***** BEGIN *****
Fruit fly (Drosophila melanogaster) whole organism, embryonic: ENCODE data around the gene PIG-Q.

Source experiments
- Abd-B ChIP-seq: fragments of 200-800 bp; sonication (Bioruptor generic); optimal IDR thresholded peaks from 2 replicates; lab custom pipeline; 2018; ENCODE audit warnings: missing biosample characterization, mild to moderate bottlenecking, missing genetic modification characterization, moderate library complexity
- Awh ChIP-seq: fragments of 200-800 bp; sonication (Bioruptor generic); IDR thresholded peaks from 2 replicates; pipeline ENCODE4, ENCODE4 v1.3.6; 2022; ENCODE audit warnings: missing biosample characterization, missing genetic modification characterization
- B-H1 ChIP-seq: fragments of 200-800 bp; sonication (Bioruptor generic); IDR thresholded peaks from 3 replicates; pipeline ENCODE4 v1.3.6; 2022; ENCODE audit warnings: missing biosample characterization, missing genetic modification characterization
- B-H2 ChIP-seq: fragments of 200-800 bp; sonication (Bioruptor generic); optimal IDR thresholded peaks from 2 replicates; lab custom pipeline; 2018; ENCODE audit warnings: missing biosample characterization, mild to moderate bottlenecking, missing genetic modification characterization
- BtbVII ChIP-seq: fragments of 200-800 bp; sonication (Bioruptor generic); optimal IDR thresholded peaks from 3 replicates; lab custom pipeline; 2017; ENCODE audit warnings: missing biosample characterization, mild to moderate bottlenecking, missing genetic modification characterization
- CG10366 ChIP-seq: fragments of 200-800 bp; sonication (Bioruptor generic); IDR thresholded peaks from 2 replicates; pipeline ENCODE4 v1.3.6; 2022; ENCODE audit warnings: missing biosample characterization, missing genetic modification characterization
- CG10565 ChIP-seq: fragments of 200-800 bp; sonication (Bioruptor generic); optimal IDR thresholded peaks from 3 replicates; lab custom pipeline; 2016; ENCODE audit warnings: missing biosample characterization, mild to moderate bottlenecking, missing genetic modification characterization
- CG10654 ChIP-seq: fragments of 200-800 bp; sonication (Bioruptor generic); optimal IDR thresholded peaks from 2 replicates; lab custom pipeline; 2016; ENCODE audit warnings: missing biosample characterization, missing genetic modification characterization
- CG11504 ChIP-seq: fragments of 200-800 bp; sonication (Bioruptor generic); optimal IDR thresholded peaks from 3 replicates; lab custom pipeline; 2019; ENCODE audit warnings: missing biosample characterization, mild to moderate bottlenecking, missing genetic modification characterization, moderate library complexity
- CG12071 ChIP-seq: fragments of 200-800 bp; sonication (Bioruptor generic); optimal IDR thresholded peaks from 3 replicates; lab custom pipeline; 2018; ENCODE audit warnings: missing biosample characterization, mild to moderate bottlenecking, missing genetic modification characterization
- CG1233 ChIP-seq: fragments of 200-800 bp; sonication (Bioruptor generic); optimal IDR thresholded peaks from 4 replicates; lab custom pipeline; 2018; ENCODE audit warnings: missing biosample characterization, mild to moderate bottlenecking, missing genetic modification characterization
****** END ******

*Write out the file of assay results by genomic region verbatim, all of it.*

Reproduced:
Fruit fly (Drosophila melanogaster) whole organism, embryonic: ENCODE data around the gene PIG-Q.

Source experiments
- Abd-B ChIP-seq: fragments of 200-800 bp; sonication (Bioruptor generic); optimal IDR thresholded peaks from 2 replicates; lab custom pipeline; 2018; ENCODE audit warnings: missing biosample characterization, mild to moderate bottlenecking, missing genetic modification characterization, moderate library complexity
- Awh ChIP-seq: fragments of 200-800 bp; sonication (Bioruptor generic); IDR thresholded peaks from 2 replicates; pipeline ENCODE4, ENCODE4 v1.3.6; 2022; ENCODE audit warnings: missing biosample characterization, missing genetic modification characterization
- B-H1 ChIP-seq: fragments of 200-800 bp; sonication (Bioruptor generic); IDR thresholded peaks from 3 replicates; pipeline ENCODE4 v1.3.6; 2022; ENCODE audit warnings: missing biosample characterization, missing genetic modification characterization
- B-H2 ChIP-seq: fragments of 200-800 bp; sonication (Bioruptor generic); optimal IDR thresholded peaks from 2 replicates; lab custom pipeline; 2018; ENCODE audit warnings: missing biosample characterization, mild to moderate bottlenecking, missing genetic modification characterization
- BtbVII ChIP-seq: fragments of 200-800 bp; sonication (Bioruptor generic); optimal IDR thresholded peaks from 3 replicates; lab custom pipeline; 2017; ENCODE audit warnings: missing biosample characterization, mild to moderate bottlenecking, missing genetic modification characterization
- CG10366 ChIP-seq: fragments of 200-800 bp; sonication (Bioruptor generic); IDR thresholded peaks from 2 replicates; pipeline ENCODE4 v1.3.6; 2022; ENCODE audit warnings: missing biosample characterization, missing genetic modification characterization
- CG10565 ChIP-seq: fragments of 200-800 bp; sonication (Bioruptor generic); optimal IDR thresholded peaks from 3 replicates; lab custom pipeline; 2016; ENCODE audit warnings: missing biosample characterization, mild to moderate bottlenecking, missing genetic modification characterization
- CG10654 ChIP-seq: fragments of 200-800 bp; sonication (Bioruptor generic); optimal IDR thresholded peaks from 2 replicates; lab custom pipeline; 2016; ENCODE audit warnings: missing biosample characterization, missing genetic modification characterization
- CG11504 ChIP-seq: fragments of 200-800 bp; sonication (Bioruptor generic); optimal IDR thresholded peaks from 3 replicates; lab custom pipeline; 2019; ENCODE audit warnings: missing biosample characterization, mild to moderate bottlenecking, missing genetic modification characterization, moderate library complexity
- CG12071 ChIP-seq: fragments of 200-800 bp; sonication (Bioruptor generic); optimal IDR thresholded peaks from 3 replicates; lab custom pipeline; 2018; ENCODE audit warnings: missing biosample characterization, mild to moderate bottlenecking, missing genetic modification characterization
- CG1233 ChIP-seq: fragments of 200-800 bp; sonication (Bioruptor generic); optimal IDR thresholded peaks from 4 replicates; lab custom pipeline; 2018; ENCODE audit warnings: missing biosample characterization, mild to moderate bottlenecking, missing genetic modification characterization